BD: I didn’t spend a lot of time on that project, although I certainly remember fondly working with him. He’s one of those guys. There are a handful of them in the last 100 years or 75 years of making movies. He sees something or reads something or decides they want to do something and because of their genius—and in his case, it is genius and extraordinary talent—they make this concoction of actors and photographers and environment and sets and so forth, and they turn it into a beautiful stew, an amazing dish.
He’s a very, very special guy. He’s had a tremendous career. And I was fortunate enough to get to work with him, and he liked me. We got along well because I essentially would say to him, one way or another, “What do you want in this scene? What do you want from this guy? Forget about the words, forget about the script. What are you looking for from him?” He would come up with some wonderful pointers, and I would try to deliver them. We got along great.
It’s an interesting picture. It was not a huge hit, but it was a piece of art and a beautiful piece of film work. It’s great to be in some of those sometimes. Obviously, you don’t make any money doing them, but what the hell.
AVC: Speaking of singular directors, you’ve also worked with Spike Lee. What was that like?
BD: Spike’s a great guy. And to do what he’s been able to do and to have the kind of success that he’s had is extraordinary. The thing about Spike is he understands what race is all about in this country in a very interesting and very creative way. And so after the two hours you spend in there, you come out knowing more about race. The problems and the difficulties, but also the successes of racial contact. He’s a very interesting analyst about being black in America. He gets that. And he’s made some wonderful stuff.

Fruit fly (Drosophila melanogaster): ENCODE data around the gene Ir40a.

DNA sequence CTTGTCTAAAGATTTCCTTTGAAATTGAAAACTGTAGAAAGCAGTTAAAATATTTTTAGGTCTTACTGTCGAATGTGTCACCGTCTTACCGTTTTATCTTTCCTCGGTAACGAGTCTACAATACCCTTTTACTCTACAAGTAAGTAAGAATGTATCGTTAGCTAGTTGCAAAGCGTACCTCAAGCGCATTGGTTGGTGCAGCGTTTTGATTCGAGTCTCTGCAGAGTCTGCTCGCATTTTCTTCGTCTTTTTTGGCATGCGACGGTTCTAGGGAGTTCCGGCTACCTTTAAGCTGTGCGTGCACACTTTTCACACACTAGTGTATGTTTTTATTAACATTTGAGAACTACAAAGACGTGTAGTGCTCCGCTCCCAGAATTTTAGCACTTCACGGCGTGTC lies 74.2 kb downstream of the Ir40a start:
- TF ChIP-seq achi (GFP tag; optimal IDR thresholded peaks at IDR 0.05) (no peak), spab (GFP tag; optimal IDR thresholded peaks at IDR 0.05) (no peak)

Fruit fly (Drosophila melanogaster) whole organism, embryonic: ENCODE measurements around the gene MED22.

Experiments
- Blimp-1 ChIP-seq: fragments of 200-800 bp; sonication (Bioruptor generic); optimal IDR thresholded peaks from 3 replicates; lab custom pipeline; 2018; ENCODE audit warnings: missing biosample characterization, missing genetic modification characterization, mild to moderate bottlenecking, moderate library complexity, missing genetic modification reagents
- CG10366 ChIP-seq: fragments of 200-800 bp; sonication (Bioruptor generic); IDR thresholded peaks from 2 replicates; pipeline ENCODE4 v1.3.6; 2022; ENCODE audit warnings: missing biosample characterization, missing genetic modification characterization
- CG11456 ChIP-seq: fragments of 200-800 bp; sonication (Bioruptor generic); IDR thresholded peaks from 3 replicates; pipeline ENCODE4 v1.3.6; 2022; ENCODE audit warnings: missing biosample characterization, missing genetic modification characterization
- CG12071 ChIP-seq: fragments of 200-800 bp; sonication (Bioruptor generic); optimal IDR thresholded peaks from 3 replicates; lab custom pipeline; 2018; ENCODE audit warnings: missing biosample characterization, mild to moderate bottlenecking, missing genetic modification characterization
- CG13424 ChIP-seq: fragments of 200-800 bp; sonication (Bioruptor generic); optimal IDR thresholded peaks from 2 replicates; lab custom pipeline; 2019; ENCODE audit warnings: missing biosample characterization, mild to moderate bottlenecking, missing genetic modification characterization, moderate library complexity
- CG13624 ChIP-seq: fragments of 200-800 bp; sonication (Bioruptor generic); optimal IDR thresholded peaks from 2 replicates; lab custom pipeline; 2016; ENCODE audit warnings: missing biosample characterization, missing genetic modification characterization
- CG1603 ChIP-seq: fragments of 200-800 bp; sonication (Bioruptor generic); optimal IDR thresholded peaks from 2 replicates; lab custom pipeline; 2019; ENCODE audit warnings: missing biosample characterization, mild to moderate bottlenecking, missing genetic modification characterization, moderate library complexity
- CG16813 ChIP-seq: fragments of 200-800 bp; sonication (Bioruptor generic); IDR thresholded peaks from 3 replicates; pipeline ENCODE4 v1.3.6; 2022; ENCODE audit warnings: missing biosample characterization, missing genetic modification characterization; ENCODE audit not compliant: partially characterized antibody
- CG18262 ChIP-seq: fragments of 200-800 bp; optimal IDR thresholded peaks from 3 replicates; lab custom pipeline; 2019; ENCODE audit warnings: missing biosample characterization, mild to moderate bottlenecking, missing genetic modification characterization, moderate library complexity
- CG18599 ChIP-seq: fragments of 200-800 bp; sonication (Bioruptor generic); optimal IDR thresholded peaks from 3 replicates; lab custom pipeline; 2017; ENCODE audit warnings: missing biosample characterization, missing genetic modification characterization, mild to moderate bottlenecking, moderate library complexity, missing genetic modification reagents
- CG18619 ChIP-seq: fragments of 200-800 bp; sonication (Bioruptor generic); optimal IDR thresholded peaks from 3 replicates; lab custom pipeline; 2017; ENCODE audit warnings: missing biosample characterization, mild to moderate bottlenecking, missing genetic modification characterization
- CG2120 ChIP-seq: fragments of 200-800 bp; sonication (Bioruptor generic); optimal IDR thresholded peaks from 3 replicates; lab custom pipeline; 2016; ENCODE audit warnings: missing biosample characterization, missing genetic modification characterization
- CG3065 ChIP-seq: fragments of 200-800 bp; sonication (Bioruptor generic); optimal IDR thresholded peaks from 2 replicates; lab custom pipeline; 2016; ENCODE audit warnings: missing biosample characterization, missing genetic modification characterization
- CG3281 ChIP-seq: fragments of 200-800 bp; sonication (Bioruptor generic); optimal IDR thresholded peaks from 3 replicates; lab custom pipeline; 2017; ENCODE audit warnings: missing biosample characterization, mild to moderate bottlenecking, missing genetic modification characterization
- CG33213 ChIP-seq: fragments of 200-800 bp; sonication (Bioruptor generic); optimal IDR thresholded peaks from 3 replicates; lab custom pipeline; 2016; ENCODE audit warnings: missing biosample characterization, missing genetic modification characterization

That’s one of those jobs where you sign onto the project because you want to see what contribution, if any, you can make to the kind of work he does, which is entertaining, but at the same time informative about who we are and what we’re doing in terms of race and how that’s working out. So he’s an important guy.
BD: The funny thing about First Blood is—people forget this now—but Stallone, who had been a sensation of course in Rocky, his career had begun to dim a little bit when we did First Blood. Rocky was so huge, and I don’t know whether he had done the second one by that time. I think he had done it, but it hadn’t come out, and so he was looking for something else. He had done some other pictures, but his career had faded a little bit.
We went up in the winter time to frickin’ British Columbia and shot an exterior picture in the woods freezing our asses off in this beautiful little town up there. Nobody really knew what the hell we had. [Stallone] did it for short money for him, and the guys who made the picture were Canadian. The money guys were from Canada, and an old friend of mine, Ted Kotcheff, directed.
I should have known, because Ted is one of those guys who is a real, old pro. He knew exactly what he was doing. He knew exactly what could happen with that project, and he got it, and we shot it. It took a long time to shoot because of the weather, but when it came out, it exploded. Blew up. It was huge. It was a huge success for Stallone and it was a big success for Ted, because it was obviously a difficult picture to make. People wanted to see the goddamn movie.